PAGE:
Texts: Acts 4:5-12; 1 John 3:16-24; John 10:11-18
Some people don’t care much for the shepherd and sheep imagery of scripture. It feels so antiquated, and sometimes ends up in unctuous preciousness. We’re generations removed, most of us anyway, from actual interaction with shepherds, sheep, lambs, pastures and sheepfolds. What is a sheepfold anyway?
Besides, haven’t we evolved? Modern people, civilized and all that. We follow blogs or twitter perhaps. But shepherds? Please.
This story is not playful or precious however. It is deadly serious. Jesus had just finished giving an allegorical teaching about the threat of thieves to sheep, and the safety that sheep could find by listening to the voice of their shepherd. Yet even in those times the people listening to him had not understood. So Jesus persisted with a second attempt.
This version is no longer an allegory. It is a bold statement. “I am the good shepherd.” The good shepherd is not mythological. The good shepherd exists, bearing actual, visible qualities. Jesus is this singular being, fully intending to surrender his entire being for the world he so loves.
Jesus is no hired hand. He is not a prophet looking for prominence, nor a messianic leader for Israel’s political restoration. Jesus is not owned by the Temple’s leaders to do their bidding. He is a rabbi who teaches what God has written on his heart and woven within his Spirit.
The good shepherd’s commitment to the sheep is deeply personal and beyond selfless. A passage in the Mishna, the collected oral traditions interpreting Jewish Law, says that a shepherd is required to defend the sheep when one wolf attacks. But if two wolves attack, the shepherd is no longer considered liable for the welfare of the sheep and may retreat from danger.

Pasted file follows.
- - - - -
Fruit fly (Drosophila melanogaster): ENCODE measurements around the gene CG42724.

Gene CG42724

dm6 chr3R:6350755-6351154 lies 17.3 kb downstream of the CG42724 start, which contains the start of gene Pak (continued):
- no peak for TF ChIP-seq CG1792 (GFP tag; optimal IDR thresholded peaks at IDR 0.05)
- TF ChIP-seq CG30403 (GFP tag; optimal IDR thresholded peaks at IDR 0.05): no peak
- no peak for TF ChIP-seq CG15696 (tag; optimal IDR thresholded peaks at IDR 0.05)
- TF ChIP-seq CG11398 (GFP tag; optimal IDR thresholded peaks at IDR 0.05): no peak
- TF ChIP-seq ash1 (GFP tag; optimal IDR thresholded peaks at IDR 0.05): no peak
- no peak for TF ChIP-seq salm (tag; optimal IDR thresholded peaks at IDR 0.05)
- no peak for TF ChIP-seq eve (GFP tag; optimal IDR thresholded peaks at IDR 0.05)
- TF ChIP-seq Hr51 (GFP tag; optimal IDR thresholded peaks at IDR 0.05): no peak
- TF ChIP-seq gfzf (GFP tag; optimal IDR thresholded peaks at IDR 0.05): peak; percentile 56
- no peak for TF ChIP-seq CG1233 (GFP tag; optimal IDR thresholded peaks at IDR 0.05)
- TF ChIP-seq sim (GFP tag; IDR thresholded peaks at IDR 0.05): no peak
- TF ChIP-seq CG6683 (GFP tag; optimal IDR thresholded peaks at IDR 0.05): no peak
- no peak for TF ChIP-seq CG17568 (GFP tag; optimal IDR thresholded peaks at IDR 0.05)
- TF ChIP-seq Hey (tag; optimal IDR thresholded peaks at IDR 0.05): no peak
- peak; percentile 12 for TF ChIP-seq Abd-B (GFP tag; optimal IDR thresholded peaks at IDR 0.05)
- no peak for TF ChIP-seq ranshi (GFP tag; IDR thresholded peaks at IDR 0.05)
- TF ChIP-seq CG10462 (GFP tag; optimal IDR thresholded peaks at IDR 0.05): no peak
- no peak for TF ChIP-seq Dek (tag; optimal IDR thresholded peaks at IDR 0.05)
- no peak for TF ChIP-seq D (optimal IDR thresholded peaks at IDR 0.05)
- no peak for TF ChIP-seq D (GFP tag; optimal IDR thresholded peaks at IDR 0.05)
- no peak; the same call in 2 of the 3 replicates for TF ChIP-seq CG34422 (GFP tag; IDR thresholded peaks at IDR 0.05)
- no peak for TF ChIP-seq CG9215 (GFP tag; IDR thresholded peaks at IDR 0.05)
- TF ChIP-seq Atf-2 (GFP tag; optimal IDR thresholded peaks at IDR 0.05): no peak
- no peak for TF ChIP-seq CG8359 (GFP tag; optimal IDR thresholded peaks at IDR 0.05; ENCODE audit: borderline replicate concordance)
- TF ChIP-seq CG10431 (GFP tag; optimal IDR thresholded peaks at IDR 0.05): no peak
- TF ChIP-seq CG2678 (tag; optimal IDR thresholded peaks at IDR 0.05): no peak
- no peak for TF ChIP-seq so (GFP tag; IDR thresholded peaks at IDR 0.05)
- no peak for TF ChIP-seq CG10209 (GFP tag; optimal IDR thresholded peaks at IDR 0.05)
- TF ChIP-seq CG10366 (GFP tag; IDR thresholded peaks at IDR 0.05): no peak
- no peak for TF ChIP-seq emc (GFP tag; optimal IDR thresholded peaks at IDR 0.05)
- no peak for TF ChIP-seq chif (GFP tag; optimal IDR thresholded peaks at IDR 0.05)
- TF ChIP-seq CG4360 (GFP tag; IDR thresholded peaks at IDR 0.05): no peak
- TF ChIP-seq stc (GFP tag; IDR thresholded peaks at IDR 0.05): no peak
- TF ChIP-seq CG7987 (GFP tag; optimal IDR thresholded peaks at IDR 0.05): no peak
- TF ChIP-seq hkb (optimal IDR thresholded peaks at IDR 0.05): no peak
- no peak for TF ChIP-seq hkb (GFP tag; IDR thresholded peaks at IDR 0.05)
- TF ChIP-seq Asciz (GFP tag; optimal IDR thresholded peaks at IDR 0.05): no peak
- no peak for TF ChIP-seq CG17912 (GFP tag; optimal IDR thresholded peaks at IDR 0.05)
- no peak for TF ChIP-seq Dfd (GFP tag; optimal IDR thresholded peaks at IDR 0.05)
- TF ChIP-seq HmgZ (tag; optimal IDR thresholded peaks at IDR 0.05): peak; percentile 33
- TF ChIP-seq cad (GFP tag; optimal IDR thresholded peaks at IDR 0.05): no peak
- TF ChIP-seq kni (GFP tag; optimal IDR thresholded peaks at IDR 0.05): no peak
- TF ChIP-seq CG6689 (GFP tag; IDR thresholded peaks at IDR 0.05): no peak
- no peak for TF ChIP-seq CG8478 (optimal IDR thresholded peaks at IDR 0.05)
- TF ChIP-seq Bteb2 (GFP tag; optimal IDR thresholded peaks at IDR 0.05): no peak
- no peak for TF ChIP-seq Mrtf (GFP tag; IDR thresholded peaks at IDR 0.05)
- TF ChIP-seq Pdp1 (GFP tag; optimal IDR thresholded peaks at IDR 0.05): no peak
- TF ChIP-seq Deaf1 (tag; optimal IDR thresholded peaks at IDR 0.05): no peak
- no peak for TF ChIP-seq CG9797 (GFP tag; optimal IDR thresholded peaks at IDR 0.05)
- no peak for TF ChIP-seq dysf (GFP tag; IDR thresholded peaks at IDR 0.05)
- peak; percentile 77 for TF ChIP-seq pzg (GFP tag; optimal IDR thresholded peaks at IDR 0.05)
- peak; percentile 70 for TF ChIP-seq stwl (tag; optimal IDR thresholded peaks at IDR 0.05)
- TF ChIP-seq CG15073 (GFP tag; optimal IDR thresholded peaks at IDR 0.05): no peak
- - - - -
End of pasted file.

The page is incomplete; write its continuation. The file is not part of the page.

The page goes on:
Understand that in this passage of scripture, to be a hired hand is not a bad thing. It is simply to experience the ordinary limitations of being human. It is our nature to be driven by fear and the need to preserve our lives. Unlike a hired hand, Jesus’s dedication is complete. There are no conditions under which he would ever abandon his sheep.
In the same serious tone Jesus reminds his listeners that the wolf is a real threat. It seizes and possesses some sheep, some to their deaths. Wolves scatter and destroy flocks.
It is up to the listener to put real form on this brief sketch of danger. Evil is ever-present, and insidious. It is naïve to imagine that we are immune to evil or can outsmart it. And perhaps Jesus also knew that wolves prefer to work together. Evil likewise makes use of many allies to accomplish its purposes. Evil possesses people. Where evil is active, communities are torn apart, people are injured and people die.
Midway through this teaching Jesus repeats his claim, “I am the good shepherd” as if to emphasize again the importance of listening well and carefully as he continues this teaching. Jesus knows well which sheep belong to him. And in the same way the sheep who follow him know well that their shepherd Jesus is profoundly, amazingly, good. So good, that he will offer his life in order to restore theirs, over and over again if necessary.